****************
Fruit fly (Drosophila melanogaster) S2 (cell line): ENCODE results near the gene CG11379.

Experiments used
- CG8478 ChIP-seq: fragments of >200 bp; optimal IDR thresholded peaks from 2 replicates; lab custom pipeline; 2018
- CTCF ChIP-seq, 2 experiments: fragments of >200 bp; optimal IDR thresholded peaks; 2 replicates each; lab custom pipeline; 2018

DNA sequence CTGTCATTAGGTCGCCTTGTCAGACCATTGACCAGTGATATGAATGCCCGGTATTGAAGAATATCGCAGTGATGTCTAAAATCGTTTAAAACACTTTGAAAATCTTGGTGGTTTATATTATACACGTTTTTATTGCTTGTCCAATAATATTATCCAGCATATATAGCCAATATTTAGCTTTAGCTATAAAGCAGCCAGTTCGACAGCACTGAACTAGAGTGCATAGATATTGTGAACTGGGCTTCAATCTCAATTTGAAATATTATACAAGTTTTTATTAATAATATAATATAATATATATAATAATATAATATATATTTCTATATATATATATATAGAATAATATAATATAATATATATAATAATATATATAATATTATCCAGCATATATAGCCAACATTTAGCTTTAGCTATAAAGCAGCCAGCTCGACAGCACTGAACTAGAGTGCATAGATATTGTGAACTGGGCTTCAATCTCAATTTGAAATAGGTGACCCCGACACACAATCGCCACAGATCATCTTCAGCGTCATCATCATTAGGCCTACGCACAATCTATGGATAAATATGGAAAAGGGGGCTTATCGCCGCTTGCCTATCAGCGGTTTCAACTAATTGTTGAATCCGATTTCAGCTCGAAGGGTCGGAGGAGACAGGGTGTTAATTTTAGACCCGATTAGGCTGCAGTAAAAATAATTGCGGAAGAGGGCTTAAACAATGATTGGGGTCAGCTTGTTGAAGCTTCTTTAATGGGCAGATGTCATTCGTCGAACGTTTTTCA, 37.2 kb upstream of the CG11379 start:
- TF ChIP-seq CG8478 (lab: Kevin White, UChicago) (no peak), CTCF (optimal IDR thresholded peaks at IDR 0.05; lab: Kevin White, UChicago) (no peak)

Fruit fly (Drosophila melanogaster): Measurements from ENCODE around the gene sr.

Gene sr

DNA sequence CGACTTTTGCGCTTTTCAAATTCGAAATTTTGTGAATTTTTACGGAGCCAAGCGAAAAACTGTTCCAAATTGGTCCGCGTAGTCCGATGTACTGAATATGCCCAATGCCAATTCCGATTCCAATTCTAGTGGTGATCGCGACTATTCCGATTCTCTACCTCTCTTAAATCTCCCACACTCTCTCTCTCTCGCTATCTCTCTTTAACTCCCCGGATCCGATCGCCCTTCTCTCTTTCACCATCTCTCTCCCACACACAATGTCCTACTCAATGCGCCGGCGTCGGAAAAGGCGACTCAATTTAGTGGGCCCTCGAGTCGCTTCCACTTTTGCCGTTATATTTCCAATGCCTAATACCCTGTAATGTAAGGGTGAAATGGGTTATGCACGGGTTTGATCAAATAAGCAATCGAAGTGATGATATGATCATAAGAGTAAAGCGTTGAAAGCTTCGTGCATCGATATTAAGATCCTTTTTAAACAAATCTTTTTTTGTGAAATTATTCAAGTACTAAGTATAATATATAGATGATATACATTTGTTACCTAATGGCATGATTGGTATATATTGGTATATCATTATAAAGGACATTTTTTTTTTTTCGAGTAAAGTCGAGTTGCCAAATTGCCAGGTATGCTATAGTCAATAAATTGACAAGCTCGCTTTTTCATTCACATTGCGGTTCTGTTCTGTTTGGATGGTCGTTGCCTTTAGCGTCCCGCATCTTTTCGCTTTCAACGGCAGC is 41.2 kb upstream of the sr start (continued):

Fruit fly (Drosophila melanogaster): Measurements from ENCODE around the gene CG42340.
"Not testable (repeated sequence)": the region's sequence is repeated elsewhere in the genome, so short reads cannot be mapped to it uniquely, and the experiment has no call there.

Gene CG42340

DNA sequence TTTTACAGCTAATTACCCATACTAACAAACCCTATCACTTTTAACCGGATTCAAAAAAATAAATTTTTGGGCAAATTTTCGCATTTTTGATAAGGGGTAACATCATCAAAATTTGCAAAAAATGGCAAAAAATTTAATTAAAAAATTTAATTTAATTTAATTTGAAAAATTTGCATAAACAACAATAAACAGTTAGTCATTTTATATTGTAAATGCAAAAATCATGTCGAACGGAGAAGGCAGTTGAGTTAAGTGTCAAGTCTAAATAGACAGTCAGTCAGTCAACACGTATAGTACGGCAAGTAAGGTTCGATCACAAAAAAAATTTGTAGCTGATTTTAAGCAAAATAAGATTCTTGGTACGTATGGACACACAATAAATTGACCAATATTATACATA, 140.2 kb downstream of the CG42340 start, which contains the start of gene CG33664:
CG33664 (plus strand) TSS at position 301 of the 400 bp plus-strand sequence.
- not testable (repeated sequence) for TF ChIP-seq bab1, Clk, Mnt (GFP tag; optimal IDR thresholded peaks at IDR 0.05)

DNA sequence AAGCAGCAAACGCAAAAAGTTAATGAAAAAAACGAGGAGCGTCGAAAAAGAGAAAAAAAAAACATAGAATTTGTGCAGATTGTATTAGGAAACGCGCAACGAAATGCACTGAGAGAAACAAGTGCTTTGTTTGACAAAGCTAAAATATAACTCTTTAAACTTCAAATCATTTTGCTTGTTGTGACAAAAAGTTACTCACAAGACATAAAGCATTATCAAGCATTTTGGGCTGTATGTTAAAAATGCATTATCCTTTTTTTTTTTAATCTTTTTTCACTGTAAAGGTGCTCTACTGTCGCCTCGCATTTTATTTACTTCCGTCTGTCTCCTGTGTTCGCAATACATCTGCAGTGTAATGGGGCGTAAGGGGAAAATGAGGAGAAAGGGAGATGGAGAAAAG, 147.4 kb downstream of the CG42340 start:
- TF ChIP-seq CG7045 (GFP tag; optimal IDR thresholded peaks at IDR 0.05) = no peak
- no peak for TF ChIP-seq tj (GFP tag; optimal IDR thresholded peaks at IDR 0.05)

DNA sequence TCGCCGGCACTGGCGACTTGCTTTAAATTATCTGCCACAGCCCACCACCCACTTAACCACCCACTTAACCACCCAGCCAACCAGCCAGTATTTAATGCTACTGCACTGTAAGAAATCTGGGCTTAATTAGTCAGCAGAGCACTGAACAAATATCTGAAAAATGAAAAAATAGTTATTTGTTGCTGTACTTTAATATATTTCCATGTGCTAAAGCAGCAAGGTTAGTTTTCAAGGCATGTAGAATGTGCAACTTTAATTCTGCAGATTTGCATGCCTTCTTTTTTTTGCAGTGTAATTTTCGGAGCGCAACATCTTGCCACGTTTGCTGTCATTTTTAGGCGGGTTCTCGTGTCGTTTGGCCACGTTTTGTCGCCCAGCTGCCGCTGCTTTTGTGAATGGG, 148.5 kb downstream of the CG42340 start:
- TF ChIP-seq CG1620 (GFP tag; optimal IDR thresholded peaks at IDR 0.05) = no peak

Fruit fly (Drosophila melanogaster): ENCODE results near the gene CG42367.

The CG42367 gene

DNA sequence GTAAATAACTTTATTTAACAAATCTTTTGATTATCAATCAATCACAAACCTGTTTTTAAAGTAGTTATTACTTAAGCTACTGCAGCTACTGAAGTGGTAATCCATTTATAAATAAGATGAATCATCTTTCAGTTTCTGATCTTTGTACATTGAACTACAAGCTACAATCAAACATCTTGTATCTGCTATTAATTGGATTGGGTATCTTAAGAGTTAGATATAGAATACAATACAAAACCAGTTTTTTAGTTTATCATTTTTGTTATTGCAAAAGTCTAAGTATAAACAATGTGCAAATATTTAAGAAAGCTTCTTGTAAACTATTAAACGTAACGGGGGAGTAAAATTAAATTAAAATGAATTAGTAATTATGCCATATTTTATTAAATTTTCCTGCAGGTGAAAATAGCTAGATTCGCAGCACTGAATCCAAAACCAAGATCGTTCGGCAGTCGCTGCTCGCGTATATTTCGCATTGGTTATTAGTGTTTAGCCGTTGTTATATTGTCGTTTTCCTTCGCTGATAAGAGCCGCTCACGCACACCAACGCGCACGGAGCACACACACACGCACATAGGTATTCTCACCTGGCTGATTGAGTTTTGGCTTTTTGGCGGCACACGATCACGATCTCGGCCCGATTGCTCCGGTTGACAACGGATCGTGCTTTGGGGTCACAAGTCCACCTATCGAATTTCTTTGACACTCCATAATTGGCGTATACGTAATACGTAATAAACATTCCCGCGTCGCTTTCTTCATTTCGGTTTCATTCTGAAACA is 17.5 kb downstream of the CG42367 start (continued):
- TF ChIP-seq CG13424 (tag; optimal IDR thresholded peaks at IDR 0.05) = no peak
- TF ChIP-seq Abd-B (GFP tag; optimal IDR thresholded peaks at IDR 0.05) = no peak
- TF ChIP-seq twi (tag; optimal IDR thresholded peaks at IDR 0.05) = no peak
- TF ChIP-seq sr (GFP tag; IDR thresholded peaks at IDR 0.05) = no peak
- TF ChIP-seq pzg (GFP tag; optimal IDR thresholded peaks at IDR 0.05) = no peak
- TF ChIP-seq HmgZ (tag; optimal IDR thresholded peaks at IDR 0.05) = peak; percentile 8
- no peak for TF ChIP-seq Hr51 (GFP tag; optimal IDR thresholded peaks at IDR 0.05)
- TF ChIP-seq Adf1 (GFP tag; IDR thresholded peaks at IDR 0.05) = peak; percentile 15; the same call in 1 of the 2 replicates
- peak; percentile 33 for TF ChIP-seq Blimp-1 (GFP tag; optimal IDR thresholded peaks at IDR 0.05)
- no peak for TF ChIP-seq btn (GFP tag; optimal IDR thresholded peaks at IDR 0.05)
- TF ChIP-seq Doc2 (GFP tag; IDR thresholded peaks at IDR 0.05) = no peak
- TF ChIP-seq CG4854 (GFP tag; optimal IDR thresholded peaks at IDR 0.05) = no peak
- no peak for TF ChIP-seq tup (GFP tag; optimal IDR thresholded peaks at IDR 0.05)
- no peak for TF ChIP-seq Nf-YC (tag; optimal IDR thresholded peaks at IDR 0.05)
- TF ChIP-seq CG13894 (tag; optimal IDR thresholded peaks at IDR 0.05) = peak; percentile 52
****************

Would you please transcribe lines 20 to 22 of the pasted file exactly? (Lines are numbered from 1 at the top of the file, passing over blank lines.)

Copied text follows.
- TF ChIP-seq CG1620 (GFP tag; optimal IDR thresholded peaks at IDR 0.05) = no peak

Fruit fly (Drosophila melanogaster): ENCODE results near the gene CG42367.

The CG42367 gene